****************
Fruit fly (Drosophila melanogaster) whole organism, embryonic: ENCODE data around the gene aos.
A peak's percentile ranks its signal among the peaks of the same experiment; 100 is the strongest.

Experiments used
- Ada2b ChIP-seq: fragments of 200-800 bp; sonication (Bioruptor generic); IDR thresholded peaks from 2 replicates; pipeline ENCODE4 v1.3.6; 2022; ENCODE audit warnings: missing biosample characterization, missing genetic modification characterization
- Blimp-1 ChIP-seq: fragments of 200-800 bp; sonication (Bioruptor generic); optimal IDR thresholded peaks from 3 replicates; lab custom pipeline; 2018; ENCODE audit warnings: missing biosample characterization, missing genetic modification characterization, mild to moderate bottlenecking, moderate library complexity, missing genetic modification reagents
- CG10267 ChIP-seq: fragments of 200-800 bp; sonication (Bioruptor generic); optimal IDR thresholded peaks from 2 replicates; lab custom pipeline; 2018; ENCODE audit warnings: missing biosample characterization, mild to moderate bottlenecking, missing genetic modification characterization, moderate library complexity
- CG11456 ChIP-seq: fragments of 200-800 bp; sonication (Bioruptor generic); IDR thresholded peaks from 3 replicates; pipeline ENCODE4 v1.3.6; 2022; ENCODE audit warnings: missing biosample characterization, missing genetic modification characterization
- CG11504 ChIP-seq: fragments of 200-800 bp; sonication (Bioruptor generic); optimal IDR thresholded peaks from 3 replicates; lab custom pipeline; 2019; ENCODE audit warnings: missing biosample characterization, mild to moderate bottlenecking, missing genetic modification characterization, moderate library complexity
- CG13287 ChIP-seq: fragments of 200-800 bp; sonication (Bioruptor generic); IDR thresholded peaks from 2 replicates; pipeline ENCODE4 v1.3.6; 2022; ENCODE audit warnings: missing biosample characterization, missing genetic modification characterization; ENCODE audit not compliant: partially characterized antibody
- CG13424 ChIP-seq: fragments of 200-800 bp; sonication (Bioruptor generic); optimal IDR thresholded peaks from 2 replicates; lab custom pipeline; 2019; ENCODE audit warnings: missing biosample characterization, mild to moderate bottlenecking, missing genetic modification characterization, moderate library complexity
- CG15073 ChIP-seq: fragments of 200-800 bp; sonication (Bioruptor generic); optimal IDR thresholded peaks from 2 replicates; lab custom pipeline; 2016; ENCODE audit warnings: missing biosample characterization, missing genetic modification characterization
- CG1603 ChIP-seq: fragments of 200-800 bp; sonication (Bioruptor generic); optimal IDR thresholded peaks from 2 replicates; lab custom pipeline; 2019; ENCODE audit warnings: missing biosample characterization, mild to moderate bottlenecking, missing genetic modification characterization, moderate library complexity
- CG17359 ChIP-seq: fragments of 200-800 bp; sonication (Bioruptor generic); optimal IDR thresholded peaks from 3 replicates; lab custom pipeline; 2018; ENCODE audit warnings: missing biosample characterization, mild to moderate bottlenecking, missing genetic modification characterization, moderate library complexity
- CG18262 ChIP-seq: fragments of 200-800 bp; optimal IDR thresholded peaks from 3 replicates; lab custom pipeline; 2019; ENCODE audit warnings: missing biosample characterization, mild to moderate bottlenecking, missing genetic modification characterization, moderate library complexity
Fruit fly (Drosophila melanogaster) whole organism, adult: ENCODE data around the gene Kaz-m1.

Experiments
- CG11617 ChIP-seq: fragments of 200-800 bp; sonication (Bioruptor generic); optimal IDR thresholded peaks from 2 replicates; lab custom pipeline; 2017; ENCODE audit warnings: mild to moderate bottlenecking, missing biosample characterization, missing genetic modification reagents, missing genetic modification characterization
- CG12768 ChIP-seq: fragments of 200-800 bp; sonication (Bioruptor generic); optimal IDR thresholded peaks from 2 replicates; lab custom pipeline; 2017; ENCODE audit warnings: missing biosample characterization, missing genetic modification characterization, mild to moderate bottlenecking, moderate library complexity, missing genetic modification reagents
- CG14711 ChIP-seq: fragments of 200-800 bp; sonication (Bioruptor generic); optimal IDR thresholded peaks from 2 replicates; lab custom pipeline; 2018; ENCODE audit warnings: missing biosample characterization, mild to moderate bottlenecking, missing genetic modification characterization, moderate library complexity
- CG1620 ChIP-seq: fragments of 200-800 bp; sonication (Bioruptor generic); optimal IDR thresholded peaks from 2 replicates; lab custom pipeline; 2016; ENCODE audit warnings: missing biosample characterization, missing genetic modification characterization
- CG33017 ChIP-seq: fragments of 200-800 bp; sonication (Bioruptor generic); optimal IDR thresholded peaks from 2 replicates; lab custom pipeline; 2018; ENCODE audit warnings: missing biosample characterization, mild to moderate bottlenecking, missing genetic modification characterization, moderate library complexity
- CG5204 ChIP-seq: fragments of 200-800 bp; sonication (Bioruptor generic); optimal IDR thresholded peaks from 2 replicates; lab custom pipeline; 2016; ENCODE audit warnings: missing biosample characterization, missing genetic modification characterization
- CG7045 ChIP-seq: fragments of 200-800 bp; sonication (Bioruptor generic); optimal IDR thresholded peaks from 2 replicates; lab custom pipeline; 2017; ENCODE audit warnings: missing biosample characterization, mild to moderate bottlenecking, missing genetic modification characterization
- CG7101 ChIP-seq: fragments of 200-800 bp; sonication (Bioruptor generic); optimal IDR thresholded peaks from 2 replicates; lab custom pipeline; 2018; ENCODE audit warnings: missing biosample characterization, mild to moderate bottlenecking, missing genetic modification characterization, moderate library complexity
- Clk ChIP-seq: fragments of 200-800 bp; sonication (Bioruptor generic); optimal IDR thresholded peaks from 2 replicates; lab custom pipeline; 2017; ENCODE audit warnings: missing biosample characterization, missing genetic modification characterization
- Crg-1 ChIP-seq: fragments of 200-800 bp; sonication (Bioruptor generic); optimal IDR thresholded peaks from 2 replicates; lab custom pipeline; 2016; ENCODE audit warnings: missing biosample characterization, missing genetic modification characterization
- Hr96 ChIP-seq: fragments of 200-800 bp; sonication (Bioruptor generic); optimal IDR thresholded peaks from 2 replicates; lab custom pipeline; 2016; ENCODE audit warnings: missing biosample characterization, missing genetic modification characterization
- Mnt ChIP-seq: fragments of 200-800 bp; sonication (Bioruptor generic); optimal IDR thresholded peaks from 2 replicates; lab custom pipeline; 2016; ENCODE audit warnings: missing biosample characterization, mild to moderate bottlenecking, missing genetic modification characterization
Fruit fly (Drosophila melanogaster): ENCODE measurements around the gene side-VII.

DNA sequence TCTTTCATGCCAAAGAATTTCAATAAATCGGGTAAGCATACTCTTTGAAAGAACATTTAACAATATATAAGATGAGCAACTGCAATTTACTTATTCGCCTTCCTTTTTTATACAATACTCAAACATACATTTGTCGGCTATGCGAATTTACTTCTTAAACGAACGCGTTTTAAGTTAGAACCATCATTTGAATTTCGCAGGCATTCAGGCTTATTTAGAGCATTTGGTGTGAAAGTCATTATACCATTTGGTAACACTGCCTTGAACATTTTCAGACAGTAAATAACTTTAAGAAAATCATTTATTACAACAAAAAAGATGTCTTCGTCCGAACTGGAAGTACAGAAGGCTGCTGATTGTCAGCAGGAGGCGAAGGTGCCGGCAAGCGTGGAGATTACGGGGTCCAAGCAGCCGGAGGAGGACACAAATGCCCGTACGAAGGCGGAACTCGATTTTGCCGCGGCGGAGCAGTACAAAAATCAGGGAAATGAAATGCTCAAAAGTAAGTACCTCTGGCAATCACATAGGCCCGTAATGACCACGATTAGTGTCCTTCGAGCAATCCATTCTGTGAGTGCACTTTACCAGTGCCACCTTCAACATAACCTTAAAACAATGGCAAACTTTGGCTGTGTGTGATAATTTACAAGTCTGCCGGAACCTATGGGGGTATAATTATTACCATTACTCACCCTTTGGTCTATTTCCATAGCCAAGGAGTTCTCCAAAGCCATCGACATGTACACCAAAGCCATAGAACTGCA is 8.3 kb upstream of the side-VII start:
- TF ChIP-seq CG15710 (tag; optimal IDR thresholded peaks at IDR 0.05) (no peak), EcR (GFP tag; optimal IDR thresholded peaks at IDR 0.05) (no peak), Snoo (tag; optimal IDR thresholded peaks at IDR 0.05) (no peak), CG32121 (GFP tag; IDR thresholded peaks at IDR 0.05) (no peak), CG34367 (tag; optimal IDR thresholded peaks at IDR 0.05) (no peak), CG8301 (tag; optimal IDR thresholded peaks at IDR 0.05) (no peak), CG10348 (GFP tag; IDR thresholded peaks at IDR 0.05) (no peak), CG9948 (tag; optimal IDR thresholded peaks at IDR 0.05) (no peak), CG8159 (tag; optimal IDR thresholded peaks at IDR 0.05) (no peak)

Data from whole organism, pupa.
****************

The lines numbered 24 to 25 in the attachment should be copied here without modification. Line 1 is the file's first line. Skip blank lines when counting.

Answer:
- CG7101 ChIP-seq: fragments of 200-800 bp; sonication (Bioruptor generic); optimal IDR thresholded peaks from 2 replicates; lab custom pipeline; 2018; ENCODE audit warnings: missing biosample characterization, mild to moderate bottlenecking, missing genetic modification characterization, moderate library complexity
- Clk ChIP-seq: fragments of 200-800 bp; sonication (Bioruptor generic); optimal IDR thresholded peaks from 2 replicates; lab custom pipeline; 2017; ENCODE audit warnings: missing biosample characterization, missing genetic modification characterization